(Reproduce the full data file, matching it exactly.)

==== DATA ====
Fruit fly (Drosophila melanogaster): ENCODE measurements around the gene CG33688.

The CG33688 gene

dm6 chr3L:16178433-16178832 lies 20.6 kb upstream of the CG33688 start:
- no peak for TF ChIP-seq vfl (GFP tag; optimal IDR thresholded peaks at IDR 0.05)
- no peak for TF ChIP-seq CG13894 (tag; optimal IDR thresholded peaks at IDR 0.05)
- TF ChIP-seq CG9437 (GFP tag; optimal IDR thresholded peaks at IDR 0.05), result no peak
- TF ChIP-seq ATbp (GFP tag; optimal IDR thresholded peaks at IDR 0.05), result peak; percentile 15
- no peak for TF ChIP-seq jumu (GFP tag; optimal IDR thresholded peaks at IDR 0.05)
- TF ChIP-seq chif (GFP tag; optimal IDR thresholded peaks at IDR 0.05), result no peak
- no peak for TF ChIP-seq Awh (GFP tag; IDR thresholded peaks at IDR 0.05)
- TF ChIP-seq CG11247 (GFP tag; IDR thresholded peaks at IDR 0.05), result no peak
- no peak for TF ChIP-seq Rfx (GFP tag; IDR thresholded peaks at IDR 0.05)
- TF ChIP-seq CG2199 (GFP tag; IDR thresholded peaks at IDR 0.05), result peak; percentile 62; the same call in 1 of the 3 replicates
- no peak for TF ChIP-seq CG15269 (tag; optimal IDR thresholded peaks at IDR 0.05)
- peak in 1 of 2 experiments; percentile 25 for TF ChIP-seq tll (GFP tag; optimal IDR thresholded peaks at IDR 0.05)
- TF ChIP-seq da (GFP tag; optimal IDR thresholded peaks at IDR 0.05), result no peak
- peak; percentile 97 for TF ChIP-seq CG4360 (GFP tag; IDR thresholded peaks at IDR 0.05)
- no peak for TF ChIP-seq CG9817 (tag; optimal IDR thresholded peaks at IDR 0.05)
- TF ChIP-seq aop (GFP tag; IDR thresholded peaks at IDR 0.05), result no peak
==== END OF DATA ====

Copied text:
Fruit fly (Drosophila melanogaster): ENCODE measurements around the gene CG33688.

The CG33688 gene

dm6 chr3L:16178433-16178832 lies 20.6 kb upstream of the CG33688 start:
- no peak for TF ChIP-seq vfl (GFP tag; optimal IDR thresholded peaks at IDR 0.05)
- no peak for TF ChIP-seq CG13894 (tag; optimal IDR thresholded peaks at IDR 0.05)
- TF ChIP-seq CG9437 (GFP tag; optimal IDR thresholded peaks at IDR 0.05), result no peak
- TF ChIP-seq ATbp (GFP tag; optimal IDR thresholded peaks at IDR 0.05), result peak; percentile 15
- no peak for TF ChIP-seq jumu (GFP tag; optimal IDR thresholded peaks at IDR 0.05)
- TF ChIP-seq chif (GFP tag; optimal IDR thresholded peaks at IDR 0.05), result no peak
- no peak for TF ChIP-seq Awh (GFP tag; IDR thresholded peaks at IDR 0.05)
- TF ChIP-seq CG11247 (GFP tag; IDR thresholded peaks at IDR 0.05), result no peak
- no peak for TF ChIP-seq Rfx (GFP tag; IDR thresholded peaks at IDR 0.05)
- TF ChIP-seq CG2199 (GFP tag; IDR thresholded peaks at IDR 0.05), result peak; percentile 62; the same call in 1 of the 3 replicates
- no peak for TF ChIP-seq CG15269 (tag; optimal IDR thresholded peaks at IDR 0.05)
- peak in 1 of 2 experiments; percentile 25 for TF ChIP-seq tll (GFP tag; optimal IDR thresholded peaks at IDR 0.05)
- TF ChIP-seq da (GFP tag; optimal IDR thresholded peaks at IDR 0.05), result no peak
- peak; percentile 97 for TF ChIP-seq CG4360 (GFP tag; IDR thresholded peaks at IDR 0.05)
- no peak for TF ChIP-seq CG9817 (tag; optimal IDR thresholded peaks at IDR 0.05)
- TF ChIP-seq aop (GFP tag; IDR thresholded peaks at IDR 0.05), result no peak